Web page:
Blitzkrieg No Longer (Hardback)
The German Wehrmacht in Battle, 1943
In 1939, the Germans stormed into Poland, shocking the world with the speed, the destructiveness, the seeming invincibility of their blitzkrieg. By 1943, the tide had started to turn. Successes still came, but these were increasingly eclipsed by defeats and retreats, setbacks and surrenders. In Blitzkrieg No Longer, Samuel W. Mitcham, Jr., offers a riveting glimpse inside the Third Reich's war machine during the pivotal year of 1943.
The year began well enough for Hitler and his armed forces, with the brilliant Erich von Manstein orchestrating an almost miraculous regrouping after the disaster at Stalingrad. The Wehrmacht lived to fight another day--indeed, another two years--but growing Allied strength and experience combined with German shortages in men and materiel to stymie Germany's advances on all fronts.
In the Mediterranean, Erwin Rommel's earlier gains in North Africa were erased by the surrender of Tunisia in May. Two months later, the Allies landed in Sicily, initiating a five-week battle that ousted the Germans from the island, although some 60,000 men escaped to Italy, which the Allies invaded in September. German troops there were entrenched and fought tenaciously in a campaign that would last until 1945.
On the Eastern Front, the barbarous warfare of 1941 and 1942 continued unabated--only now the Soviets often had the upper hand, both in numbers and, more and more, in operational ingenuity. Even Manstein could not produce a victory at Kursk, where Soviet T-34s beat German Tigers and Panthers in the largest armour battle in history. Kursk would mark the beginning of Nazi Germany's long and bloody retreat in the East.
The Third Reich's defeats were not limited to the ground. At sea, the Allies neutralized the U-boat threat, and in the air, they dominated the ‘Luftwaffe’ and took the war to the German home front.
The war would drag on for two more brutal years, but the end was now in sight. No longer could the Germans mount their feared blitzkrieg; no longer could they win the war. Mitcham chronicles this turning-point year with insight and drama.
One of the obsessions of historians of the Second World War has been the hunt for the 'turning point' - the year in which an Allied victory became inevitable. The two usual candidates are 1942, ending with the disaster at Stalingrad, or 1943, the subject of Mitcham's work. This was the year that saw the defeat of the last major German offensive on the Eastern Front, at Kursk, as well as defeats in Tunisia, on Sicily and in the Atlantic, which control of the air was slowly being seized by the Allies, even in the skies above Germany. The position was even worse in the Mediterranean, where a major German army was lost in Tunisia, Sicily captured, the south of Italy invaded, and Mussolini and the Italian fascists toppled from power.History of War Wesbite, September 2010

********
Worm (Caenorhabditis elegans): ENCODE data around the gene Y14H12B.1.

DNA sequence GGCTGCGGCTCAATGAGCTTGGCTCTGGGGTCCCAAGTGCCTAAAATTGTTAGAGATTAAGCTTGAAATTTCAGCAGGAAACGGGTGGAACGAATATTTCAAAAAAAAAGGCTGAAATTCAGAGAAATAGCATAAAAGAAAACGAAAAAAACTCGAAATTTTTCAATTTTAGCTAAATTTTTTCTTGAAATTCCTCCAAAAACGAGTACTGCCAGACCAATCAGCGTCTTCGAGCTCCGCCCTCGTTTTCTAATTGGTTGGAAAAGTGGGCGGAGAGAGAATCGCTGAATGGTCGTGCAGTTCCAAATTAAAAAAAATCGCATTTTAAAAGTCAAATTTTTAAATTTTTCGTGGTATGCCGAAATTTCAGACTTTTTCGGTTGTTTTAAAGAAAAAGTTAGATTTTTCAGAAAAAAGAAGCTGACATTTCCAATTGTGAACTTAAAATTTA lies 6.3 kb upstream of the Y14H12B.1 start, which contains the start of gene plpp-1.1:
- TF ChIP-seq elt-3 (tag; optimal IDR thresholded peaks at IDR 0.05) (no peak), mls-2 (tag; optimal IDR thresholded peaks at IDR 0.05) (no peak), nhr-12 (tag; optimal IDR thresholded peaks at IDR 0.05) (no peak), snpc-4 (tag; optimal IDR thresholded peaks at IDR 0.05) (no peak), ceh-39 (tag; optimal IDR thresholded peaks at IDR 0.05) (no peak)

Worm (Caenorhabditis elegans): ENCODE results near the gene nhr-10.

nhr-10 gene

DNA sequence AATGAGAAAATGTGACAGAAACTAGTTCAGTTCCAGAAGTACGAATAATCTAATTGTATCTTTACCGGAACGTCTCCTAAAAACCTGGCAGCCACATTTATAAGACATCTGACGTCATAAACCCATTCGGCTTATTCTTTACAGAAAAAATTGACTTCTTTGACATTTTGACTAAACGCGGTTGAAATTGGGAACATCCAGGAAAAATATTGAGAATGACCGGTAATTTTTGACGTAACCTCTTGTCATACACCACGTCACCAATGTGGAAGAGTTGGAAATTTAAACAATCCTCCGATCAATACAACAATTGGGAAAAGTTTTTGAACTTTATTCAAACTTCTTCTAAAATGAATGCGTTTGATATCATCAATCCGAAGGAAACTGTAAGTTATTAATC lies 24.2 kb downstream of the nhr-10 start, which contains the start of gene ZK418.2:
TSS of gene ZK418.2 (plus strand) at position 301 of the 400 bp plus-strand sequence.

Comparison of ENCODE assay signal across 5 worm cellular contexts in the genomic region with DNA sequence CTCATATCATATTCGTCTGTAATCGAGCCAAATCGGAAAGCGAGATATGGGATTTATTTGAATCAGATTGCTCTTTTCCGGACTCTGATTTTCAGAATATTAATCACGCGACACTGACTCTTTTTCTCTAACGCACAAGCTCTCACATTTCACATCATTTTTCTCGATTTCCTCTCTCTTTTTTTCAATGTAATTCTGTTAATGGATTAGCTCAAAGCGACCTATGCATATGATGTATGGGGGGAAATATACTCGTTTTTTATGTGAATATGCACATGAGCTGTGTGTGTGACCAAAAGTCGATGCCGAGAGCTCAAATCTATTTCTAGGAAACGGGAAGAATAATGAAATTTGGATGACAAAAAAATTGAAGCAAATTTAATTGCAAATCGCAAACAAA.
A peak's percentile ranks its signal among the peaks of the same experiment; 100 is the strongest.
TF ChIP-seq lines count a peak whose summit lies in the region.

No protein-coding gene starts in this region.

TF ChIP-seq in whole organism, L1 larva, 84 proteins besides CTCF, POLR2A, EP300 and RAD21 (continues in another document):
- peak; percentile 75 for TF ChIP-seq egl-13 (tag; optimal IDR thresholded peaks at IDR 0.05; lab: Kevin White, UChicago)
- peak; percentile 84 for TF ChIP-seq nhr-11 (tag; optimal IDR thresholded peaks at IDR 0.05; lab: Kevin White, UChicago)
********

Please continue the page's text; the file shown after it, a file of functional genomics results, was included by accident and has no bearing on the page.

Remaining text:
Mitcham starts with a look at the development of the German armed forces (the Wehrmacht) from 1933 to the start of the war and then through the initial victorious campaigns in Poland, Scandinavia, the West, the Balkans and the Soviet Union in 1941, as well as the setbacks of 1941 and 1942, ending at Stalingrad. The main text begins with a look at Manstein's impressive performance on the southern flank of the Eastern Front, where he was able to restore the line broken to the west of Stalingrad, before moving on to look at each major campaign fought by the German armed forces during the year, from the defence against the strategic bombing campaign to the defeat of the navy as well as the major land campaigns that saw Germany fighting on two fronts well before the launch of the 'Second Front'.